Role of built environments in physical activity, obesity, and cardiovascular disease

Circulation. 2012 Feb 7;125(5):729-37. doi: 10.1161/CIRCULATIONAHA.110.969022.


In industrialized nations like the United States and Sweden, the vast majority of adults do not meet the physical activity guidelines of 150 minutes per week. Inactive lifestyles put most adults at risk of cardiovascular diseases (CVD), diabetes, obesity, some cancers, osteoporosis, and psychological disorders. Physical activity can be effective at all phases of chronic disease management, from primordial prevention (prevention of risk factors) through treatment and rehabilitation. There is particular interest in the potential for physical activity to prevent chronic diseases, thereby improving quality of life and reducing health care costs. In the past decade, limitations of prevention approaches that target mainly individuals with educational and motivational programs have been recognized, triggering a trend to consider influences on behavior that are outside the person, such as the built environment., The purposes of the present paper are to describe multilevel ecological models of behavior as they apply to physical activity, describe key concepts, summarize evidence on the relation of built environment attributes to physical activity and obesity, and provide recommendations for built environment changes that could increase physical activity. The intent of this non-systematic review is to present conclusions from previous reviews then illustrate results by highlighting selected studies.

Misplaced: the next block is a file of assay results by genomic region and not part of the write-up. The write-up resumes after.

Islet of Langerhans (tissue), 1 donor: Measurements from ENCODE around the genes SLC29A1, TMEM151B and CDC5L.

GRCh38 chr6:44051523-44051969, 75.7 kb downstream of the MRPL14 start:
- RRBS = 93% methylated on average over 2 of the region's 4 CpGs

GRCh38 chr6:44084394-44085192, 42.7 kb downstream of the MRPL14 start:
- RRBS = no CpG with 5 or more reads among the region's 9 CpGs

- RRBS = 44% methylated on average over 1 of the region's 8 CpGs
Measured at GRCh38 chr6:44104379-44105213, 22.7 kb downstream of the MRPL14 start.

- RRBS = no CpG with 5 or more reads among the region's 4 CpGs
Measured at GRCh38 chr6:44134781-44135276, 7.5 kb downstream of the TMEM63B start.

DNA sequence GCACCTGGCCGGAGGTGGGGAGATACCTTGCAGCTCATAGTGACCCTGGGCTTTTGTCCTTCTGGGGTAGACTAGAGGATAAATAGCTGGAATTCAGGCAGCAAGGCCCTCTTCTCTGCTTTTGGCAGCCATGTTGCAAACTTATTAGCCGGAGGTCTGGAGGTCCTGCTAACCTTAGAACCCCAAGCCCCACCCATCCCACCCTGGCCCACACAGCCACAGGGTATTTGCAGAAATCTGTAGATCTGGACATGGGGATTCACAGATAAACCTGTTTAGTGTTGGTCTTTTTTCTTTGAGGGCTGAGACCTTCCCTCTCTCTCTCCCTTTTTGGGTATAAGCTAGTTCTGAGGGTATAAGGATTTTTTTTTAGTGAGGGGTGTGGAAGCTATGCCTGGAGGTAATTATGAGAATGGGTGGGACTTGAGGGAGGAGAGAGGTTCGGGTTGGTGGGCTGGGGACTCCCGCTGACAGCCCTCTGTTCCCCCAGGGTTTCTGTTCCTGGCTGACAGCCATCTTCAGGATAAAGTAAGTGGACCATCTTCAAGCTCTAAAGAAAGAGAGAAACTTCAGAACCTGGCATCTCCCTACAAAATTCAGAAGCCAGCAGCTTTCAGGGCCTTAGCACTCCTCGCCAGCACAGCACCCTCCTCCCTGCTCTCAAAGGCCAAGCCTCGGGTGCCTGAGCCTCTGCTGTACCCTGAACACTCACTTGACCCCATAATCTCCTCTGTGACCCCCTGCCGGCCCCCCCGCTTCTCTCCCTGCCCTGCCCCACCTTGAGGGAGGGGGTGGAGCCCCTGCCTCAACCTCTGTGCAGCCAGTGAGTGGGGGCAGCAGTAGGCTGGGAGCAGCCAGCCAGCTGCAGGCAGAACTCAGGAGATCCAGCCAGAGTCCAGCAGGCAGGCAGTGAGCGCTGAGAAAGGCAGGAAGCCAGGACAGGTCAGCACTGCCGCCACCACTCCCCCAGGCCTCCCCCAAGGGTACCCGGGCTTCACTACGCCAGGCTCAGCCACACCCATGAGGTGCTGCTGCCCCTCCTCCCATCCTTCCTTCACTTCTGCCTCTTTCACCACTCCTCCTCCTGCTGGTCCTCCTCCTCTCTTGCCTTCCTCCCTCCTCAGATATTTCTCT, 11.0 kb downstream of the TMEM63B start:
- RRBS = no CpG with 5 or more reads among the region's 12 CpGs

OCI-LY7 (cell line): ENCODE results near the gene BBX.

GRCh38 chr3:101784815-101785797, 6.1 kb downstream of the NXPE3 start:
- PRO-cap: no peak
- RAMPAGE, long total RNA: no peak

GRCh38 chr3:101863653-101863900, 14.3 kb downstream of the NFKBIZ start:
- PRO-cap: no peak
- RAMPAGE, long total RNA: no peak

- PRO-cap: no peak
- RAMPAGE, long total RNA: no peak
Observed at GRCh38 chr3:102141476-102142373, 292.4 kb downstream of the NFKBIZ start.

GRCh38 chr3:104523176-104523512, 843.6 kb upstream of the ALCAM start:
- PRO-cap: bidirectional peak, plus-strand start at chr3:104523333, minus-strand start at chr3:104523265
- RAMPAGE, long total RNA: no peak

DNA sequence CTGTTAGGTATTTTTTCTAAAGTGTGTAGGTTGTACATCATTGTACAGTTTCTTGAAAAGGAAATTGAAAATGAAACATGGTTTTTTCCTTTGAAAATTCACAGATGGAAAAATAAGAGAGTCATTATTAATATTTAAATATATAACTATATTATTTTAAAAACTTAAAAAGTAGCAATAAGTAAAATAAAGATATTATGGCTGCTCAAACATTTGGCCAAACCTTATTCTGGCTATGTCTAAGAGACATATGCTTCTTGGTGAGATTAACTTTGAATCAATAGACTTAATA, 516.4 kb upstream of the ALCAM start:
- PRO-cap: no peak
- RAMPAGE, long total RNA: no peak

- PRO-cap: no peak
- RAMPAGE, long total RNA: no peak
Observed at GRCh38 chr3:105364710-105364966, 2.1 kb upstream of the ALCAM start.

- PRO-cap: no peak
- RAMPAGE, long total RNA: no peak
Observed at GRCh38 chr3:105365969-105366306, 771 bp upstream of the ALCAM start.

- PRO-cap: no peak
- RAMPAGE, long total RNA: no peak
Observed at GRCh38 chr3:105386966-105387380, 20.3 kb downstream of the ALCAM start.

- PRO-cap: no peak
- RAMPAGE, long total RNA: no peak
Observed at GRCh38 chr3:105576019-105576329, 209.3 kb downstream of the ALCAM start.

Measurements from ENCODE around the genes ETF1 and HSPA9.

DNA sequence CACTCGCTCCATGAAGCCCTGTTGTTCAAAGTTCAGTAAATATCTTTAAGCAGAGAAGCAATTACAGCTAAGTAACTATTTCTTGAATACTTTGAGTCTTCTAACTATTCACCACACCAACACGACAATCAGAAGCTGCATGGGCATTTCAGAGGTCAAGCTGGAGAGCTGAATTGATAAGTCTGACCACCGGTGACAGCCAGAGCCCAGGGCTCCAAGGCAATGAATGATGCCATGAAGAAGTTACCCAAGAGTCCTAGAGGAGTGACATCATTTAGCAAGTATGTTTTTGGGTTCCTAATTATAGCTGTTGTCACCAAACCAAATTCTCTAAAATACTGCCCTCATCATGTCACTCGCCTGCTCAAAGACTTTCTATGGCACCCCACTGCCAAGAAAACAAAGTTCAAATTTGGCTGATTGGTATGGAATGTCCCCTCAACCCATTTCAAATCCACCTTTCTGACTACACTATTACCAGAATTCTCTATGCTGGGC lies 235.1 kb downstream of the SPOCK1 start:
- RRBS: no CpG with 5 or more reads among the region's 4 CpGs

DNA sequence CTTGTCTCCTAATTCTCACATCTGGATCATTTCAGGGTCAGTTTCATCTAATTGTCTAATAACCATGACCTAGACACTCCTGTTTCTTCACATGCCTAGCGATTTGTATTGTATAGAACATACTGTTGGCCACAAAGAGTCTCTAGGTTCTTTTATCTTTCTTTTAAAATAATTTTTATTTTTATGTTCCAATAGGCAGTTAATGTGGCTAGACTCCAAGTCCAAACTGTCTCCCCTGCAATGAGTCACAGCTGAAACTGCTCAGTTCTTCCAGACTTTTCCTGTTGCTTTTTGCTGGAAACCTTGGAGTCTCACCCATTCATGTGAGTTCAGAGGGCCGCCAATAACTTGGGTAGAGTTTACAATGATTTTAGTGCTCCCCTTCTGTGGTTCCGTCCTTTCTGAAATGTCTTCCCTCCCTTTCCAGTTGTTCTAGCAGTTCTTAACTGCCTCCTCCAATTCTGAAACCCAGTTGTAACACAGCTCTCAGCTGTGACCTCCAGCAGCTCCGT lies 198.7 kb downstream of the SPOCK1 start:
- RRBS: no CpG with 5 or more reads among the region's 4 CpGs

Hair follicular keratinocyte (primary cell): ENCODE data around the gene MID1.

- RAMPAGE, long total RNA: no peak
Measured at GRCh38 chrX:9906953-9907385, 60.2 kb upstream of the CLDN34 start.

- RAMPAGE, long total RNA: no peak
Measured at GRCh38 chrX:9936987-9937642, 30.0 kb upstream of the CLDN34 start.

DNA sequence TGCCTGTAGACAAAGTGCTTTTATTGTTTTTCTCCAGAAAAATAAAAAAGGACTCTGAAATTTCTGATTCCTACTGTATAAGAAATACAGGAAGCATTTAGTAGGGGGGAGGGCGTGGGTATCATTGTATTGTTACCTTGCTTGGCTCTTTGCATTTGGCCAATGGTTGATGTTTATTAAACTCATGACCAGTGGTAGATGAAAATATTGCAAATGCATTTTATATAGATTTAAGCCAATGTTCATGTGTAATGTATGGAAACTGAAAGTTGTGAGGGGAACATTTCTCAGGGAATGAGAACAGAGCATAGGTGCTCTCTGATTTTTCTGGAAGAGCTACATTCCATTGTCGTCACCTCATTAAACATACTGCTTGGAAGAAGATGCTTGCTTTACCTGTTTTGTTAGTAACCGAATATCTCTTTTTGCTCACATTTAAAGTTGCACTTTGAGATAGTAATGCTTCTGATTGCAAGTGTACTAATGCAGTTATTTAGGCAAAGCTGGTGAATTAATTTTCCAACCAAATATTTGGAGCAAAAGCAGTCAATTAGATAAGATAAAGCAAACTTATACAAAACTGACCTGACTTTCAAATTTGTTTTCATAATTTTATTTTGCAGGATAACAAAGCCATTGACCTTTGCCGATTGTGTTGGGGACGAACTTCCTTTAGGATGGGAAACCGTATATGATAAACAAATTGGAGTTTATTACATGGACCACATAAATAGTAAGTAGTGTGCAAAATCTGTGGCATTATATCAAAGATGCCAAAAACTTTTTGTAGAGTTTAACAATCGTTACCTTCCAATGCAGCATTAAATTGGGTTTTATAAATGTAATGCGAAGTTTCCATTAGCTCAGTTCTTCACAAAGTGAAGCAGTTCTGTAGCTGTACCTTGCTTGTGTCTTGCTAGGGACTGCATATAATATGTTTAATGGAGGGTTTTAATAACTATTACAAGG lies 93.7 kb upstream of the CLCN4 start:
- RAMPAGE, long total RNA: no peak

Publication types

  • Review

MeSH terms

  • Bicycling
  • Cardiovascular Diseases / prevention & control*
  • Environment*
  • Facility Design and Construction*
  • Humans
  • Motor Activity / physiology*
  • Obesity / prevention & control*
  • Recreation
  • Walking